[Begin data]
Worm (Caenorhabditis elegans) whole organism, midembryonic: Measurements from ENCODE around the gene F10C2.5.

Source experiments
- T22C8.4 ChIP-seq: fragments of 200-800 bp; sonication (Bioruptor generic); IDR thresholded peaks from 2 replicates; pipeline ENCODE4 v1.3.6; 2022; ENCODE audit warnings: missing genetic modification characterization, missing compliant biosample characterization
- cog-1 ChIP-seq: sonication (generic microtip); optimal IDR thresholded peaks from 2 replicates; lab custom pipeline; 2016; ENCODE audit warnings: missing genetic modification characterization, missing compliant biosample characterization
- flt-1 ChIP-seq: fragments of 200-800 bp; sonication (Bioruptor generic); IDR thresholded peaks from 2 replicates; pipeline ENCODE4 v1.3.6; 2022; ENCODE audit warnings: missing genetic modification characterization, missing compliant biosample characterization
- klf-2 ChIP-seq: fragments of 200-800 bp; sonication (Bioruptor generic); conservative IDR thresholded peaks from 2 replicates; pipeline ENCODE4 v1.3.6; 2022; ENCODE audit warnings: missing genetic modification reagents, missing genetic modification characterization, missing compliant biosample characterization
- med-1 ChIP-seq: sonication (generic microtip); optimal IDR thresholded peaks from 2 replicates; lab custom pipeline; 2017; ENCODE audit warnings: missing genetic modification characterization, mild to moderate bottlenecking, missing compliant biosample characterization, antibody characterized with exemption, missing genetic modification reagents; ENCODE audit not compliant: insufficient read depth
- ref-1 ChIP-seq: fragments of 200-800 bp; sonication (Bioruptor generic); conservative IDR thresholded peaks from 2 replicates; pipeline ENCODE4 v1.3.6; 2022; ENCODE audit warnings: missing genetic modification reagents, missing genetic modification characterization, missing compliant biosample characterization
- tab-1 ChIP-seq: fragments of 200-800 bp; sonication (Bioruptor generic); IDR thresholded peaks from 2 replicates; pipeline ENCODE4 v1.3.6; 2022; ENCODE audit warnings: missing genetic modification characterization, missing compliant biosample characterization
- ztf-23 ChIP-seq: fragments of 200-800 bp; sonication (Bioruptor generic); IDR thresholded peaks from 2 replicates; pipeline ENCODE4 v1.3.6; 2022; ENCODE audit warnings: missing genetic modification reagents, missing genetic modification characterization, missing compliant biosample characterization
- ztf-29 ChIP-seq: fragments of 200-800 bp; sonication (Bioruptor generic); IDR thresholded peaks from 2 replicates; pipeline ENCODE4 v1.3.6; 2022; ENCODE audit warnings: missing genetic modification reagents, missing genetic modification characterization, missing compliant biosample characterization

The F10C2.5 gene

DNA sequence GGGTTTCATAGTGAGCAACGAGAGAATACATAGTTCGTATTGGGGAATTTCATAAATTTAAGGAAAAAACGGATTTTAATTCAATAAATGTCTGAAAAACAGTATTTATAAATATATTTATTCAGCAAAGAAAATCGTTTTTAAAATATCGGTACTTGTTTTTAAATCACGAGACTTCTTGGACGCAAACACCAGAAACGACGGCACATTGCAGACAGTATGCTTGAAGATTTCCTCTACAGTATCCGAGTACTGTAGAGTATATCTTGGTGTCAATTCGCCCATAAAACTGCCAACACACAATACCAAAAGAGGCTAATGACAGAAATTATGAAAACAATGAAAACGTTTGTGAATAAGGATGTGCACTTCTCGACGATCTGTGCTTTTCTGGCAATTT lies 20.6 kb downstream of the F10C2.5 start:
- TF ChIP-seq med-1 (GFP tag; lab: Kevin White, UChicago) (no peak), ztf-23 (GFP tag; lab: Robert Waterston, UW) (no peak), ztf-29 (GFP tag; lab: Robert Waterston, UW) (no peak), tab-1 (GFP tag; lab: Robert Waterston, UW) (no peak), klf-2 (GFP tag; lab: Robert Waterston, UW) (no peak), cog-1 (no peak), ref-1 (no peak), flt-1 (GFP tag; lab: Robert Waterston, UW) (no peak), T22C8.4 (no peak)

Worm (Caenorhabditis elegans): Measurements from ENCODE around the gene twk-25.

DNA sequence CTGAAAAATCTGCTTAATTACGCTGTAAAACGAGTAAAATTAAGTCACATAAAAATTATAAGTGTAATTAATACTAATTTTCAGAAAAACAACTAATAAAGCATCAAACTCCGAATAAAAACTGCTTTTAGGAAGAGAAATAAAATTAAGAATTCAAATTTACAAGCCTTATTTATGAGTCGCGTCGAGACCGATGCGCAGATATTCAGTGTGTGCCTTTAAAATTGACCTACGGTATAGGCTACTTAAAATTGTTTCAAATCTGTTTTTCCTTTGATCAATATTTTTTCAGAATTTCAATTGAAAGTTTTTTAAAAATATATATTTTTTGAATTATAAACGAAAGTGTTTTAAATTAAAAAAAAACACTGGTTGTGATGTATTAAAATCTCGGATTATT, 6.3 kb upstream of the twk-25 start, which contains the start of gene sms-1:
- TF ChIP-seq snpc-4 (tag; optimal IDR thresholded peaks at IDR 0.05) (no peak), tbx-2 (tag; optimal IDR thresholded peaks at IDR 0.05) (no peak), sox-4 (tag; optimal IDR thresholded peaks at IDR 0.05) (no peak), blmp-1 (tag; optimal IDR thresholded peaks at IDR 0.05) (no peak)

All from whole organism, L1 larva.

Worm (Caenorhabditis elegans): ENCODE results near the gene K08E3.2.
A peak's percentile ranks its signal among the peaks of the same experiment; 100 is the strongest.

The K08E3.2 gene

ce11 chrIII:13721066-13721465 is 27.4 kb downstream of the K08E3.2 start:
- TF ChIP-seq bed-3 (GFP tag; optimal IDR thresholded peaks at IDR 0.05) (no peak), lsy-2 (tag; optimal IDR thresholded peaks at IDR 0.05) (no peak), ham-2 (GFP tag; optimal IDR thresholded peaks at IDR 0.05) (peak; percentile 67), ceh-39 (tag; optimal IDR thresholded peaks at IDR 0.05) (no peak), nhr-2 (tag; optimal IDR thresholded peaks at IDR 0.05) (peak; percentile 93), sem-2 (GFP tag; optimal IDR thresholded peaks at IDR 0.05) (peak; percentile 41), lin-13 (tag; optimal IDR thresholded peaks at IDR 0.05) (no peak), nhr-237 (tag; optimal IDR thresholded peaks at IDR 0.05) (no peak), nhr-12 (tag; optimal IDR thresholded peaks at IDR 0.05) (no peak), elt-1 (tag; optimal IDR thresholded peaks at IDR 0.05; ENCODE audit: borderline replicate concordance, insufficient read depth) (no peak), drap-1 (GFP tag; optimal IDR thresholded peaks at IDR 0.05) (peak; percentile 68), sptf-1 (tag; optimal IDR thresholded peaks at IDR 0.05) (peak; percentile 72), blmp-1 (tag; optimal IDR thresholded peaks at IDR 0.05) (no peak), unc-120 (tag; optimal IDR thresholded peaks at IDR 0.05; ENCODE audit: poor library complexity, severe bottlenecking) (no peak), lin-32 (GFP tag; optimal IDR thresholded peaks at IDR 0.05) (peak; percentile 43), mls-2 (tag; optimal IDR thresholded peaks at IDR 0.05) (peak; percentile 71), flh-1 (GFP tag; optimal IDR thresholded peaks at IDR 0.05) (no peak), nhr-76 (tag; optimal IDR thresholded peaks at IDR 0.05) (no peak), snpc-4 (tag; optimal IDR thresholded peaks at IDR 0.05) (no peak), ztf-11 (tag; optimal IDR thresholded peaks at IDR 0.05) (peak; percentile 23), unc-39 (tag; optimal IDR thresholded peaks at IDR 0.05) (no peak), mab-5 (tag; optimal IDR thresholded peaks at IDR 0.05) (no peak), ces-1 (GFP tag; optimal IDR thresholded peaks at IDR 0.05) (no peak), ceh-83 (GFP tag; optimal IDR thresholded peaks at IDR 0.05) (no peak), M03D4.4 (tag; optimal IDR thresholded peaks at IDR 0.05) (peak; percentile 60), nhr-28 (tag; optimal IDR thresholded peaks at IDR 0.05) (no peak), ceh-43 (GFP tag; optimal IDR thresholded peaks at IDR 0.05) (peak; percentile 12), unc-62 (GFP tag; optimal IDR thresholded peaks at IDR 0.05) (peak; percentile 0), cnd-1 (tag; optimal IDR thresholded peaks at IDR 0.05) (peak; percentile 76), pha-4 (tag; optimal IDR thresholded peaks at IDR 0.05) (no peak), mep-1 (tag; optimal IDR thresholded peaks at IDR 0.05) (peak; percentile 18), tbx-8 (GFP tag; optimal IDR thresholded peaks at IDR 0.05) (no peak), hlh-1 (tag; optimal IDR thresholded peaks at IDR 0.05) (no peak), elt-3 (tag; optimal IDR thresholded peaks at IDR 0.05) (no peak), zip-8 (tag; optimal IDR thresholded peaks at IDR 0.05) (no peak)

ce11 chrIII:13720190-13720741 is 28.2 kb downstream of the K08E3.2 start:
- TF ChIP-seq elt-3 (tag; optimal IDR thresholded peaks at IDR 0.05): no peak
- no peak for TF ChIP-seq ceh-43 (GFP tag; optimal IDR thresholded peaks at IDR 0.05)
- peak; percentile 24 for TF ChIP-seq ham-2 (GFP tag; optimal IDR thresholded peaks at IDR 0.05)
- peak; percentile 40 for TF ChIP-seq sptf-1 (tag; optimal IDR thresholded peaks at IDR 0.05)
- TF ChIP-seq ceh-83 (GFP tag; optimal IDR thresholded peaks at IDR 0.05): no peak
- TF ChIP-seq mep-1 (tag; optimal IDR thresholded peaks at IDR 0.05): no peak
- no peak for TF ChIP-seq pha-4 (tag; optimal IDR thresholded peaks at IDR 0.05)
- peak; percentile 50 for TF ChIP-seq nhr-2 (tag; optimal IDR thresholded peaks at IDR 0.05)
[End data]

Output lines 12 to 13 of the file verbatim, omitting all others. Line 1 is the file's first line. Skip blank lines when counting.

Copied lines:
The F10C2.5 gene

DNA sequence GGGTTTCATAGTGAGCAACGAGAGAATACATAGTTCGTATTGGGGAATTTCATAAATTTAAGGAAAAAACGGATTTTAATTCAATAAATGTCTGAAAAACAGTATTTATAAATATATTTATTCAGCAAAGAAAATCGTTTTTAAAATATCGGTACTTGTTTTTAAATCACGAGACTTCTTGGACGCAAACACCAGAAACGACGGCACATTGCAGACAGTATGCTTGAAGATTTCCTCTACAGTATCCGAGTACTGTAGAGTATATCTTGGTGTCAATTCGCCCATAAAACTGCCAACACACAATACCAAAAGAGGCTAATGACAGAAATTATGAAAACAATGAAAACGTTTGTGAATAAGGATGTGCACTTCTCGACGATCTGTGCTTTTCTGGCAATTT lies 20.6 kb downstream of the F10C2.5 start: